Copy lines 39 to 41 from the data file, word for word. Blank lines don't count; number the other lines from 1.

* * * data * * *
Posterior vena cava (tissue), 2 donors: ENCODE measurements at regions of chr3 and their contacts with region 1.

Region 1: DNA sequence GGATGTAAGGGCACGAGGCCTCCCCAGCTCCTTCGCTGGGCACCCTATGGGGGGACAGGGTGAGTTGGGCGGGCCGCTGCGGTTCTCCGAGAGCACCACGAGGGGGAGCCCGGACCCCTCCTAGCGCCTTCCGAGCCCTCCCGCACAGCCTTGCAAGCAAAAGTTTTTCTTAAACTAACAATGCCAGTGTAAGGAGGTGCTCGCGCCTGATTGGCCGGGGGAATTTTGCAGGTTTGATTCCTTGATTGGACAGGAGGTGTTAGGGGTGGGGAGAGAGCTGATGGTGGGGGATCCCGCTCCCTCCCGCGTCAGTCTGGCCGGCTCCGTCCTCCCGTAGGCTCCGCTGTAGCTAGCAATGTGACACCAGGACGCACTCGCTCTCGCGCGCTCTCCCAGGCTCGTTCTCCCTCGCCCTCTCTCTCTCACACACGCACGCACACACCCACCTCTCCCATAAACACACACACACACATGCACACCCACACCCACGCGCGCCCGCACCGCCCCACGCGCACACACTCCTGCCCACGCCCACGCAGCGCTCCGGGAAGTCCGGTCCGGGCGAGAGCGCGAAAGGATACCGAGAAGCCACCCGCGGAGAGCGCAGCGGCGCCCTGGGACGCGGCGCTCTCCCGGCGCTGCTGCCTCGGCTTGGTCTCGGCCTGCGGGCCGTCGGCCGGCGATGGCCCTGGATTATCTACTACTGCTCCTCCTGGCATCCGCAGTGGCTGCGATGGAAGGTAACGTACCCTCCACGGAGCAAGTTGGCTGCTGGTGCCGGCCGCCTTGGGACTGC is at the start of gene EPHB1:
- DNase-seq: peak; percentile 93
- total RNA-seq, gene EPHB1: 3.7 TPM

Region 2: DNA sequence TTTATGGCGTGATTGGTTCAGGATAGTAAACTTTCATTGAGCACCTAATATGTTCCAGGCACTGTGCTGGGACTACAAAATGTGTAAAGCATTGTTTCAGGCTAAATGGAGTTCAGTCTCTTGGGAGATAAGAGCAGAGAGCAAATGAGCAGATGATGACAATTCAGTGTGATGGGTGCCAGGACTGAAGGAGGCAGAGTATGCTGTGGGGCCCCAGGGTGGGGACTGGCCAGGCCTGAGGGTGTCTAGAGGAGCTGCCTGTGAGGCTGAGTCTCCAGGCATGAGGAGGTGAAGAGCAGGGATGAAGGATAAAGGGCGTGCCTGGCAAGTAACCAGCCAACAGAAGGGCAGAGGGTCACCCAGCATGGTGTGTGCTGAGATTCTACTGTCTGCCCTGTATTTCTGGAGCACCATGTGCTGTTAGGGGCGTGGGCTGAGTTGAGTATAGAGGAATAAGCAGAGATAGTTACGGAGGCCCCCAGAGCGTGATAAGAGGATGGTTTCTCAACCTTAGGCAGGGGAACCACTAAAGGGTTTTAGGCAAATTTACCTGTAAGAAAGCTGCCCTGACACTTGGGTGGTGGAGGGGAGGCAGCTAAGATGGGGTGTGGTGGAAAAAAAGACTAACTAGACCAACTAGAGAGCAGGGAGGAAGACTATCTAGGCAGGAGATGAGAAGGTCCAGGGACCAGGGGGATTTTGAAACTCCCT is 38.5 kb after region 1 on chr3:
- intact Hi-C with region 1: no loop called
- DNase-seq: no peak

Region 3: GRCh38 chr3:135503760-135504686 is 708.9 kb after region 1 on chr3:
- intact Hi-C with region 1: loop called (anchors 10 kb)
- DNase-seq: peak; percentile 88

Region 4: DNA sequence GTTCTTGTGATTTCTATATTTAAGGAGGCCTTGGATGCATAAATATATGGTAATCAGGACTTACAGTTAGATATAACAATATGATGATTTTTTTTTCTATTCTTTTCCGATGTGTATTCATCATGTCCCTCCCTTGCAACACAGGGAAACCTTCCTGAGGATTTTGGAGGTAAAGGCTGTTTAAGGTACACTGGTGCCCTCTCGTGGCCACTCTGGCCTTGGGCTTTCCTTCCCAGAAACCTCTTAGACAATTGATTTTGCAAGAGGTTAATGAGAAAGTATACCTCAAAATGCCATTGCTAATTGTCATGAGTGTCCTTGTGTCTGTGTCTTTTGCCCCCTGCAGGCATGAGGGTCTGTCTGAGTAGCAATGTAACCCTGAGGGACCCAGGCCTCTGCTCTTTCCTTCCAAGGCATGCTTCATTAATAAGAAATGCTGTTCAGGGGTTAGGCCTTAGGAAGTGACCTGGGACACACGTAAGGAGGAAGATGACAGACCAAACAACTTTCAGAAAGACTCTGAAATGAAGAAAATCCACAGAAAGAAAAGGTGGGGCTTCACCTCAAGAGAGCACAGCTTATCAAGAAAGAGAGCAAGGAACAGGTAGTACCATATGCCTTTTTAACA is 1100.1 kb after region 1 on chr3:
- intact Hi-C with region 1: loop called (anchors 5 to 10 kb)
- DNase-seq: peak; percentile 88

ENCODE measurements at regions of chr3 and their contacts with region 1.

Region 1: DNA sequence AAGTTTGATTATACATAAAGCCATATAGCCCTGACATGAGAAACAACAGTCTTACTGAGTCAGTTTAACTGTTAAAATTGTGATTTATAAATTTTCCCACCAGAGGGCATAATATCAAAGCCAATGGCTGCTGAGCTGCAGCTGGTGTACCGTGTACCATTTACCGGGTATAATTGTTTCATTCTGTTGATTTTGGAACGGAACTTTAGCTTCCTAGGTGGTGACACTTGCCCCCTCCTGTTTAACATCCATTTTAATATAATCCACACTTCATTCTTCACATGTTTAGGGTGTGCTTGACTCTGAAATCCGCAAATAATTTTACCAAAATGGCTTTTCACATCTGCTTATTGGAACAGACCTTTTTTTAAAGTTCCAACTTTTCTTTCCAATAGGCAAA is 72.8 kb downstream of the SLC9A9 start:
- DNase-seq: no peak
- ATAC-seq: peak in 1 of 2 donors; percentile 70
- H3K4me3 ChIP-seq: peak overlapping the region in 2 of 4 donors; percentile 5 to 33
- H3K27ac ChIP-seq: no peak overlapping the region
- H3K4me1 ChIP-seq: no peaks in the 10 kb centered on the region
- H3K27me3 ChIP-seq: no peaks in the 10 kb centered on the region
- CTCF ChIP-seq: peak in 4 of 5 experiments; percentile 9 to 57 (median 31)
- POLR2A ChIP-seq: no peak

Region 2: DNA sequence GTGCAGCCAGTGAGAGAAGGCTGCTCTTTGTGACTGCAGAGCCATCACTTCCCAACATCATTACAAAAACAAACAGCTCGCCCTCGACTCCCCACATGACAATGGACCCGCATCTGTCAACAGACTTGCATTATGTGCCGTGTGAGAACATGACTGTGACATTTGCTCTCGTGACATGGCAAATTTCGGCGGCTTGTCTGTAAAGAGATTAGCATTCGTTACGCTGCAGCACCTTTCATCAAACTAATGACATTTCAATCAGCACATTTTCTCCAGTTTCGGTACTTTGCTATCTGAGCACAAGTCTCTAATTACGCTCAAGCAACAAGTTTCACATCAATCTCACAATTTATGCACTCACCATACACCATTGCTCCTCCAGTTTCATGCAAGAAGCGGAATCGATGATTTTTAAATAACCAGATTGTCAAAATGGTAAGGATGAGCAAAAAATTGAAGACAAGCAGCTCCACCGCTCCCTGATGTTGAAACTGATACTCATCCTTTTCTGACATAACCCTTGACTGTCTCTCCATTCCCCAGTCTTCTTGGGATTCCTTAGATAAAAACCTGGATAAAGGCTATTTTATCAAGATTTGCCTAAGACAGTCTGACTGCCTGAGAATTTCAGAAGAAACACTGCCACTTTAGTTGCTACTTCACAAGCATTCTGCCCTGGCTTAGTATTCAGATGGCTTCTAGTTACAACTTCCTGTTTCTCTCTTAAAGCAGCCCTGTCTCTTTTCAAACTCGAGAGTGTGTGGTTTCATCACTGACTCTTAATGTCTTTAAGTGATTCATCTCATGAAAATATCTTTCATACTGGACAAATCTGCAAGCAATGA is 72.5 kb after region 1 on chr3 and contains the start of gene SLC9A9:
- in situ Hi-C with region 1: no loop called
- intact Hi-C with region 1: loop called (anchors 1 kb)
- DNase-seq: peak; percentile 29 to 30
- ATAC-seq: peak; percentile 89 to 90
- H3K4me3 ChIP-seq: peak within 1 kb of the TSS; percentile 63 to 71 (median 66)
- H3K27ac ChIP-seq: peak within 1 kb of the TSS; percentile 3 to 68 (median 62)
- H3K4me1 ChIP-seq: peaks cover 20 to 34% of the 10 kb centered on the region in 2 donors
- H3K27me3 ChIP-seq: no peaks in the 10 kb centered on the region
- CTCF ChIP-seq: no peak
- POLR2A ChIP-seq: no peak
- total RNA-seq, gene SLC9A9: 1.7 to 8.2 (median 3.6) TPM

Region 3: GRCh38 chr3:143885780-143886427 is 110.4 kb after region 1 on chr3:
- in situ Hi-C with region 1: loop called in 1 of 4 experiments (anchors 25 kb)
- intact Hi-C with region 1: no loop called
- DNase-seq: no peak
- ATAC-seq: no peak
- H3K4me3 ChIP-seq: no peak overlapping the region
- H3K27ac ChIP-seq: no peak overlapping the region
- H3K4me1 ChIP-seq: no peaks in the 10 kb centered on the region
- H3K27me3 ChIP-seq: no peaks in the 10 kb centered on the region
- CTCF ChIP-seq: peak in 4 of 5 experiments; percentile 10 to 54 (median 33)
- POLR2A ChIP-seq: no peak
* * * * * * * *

- DNase-seq: no peak
- ATAC-seq: no peak
- H3K4me3 ChIP-seq: no peak overlapping the region